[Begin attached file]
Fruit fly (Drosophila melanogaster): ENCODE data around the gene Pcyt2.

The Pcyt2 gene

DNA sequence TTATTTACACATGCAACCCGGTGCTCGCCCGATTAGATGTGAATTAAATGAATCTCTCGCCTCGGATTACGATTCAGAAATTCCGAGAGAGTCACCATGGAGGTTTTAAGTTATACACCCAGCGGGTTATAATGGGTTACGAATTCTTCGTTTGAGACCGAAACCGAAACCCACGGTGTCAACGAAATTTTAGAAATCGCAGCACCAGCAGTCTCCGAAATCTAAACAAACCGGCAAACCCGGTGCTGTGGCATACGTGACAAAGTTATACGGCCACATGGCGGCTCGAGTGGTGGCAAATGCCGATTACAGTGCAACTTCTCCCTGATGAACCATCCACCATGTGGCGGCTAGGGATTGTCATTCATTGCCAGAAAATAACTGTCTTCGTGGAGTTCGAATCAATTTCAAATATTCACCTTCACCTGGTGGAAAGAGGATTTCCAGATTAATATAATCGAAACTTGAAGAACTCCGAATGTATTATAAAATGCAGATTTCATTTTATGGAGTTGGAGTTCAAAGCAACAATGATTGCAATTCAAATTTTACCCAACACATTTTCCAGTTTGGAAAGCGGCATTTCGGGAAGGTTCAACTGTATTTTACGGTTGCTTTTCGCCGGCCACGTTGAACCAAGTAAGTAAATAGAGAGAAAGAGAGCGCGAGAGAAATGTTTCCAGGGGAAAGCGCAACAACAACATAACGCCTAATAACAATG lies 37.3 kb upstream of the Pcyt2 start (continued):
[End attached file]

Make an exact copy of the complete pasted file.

Fruit fly (Drosophila melanogaster): ENCODE data around the gene Pcyt2.

The Pcyt2 gene

DNA sequence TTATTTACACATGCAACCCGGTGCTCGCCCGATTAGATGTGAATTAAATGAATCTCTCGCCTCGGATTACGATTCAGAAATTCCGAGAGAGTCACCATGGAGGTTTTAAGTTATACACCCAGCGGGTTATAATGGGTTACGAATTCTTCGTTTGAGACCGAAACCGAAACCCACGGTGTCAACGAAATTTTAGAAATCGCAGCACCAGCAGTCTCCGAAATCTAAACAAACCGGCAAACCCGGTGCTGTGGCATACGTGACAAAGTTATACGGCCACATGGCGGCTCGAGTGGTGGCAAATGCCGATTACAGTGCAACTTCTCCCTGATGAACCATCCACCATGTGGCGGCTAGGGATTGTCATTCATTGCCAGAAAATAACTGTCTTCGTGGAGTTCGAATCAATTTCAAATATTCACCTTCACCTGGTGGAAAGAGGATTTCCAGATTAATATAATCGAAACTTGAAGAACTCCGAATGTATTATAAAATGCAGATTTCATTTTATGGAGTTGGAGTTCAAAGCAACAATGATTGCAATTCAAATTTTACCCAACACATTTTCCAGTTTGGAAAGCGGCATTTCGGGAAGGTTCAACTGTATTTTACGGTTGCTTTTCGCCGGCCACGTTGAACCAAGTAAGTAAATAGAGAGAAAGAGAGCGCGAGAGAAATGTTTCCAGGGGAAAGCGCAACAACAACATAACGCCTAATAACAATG lies 37.3 kb upstream of the Pcyt2 start (continued):